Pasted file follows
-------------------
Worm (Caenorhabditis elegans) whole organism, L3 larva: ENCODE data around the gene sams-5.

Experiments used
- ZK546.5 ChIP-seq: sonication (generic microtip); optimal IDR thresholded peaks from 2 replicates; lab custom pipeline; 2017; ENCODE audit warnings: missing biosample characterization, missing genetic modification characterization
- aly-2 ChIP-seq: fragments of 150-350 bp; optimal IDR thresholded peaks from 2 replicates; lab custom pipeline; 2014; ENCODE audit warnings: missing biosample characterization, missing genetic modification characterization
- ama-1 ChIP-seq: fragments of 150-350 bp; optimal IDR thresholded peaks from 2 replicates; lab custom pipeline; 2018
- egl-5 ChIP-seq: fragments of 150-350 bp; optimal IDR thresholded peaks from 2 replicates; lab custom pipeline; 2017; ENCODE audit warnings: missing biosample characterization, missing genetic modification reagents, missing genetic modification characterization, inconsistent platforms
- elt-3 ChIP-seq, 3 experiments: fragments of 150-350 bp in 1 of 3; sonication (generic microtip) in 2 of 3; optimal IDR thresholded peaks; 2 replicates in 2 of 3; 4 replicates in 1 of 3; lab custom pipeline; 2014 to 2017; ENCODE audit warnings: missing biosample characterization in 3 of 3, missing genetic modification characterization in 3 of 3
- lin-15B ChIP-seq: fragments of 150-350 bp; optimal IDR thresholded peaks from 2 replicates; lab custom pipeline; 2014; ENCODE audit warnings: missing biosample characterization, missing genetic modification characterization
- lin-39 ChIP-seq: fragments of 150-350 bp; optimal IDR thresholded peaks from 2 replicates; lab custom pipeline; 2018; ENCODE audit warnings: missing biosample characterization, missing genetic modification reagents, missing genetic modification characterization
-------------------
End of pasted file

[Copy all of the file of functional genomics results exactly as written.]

Worm (Caenorhabditis elegans) whole organism, L3 larva: ENCODE data around the gene sams-5.

Experiments used
- ZK546.5 ChIP-seq: sonication (generic microtip); optimal IDR thresholded peaks from 2 replicates; lab custom pipeline; 2017; ENCODE audit warnings: missing biosample characterization, missing genetic modification characterization
- aly-2 ChIP-seq: fragments of 150-350 bp; optimal IDR thresholded peaks from 2 replicates; lab custom pipeline; 2014; ENCODE audit warnings: missing biosample characterization, missing genetic modification characterization
- ama-1 ChIP-seq: fragments of 150-350 bp; optimal IDR thresholded peaks from 2 replicates; lab custom pipeline; 2018
- egl-5 ChIP-seq: fragments of 150-350 bp; optimal IDR thresholded peaks from 2 replicates; lab custom pipeline; 2017; ENCODE audit warnings: missing biosample characterization, missing genetic modification reagents, missing genetic modification characterization, inconsistent platforms
- elt-3 ChIP-seq, 3 experiments: fragments of 150-350 bp in 1 of 3; sonication (generic microtip) in 2 of 3; optimal IDR thresholded peaks; 2 replicates in 2 of 3; 4 replicates in 1 of 3; lab custom pipeline; 2014 to 2017; ENCODE audit warnings: missing biosample characterization in 3 of 3, missing genetic modification characterization in 3 of 3
- lin-15B ChIP-seq: fragments of 150-350 bp; optimal IDR thresholded peaks from 2 replicates; lab custom pipeline; 2014; ENCODE audit warnings: missing biosample characterization, missing genetic modification characterization
- lin-39 ChIP-seq: fragments of 150-350 bp; optimal IDR thresholded peaks from 2 replicates; lab custom pipeline; 2018; ENCODE audit warnings: missing biosample characterization, missing genetic modification reagents, missing genetic modification characterization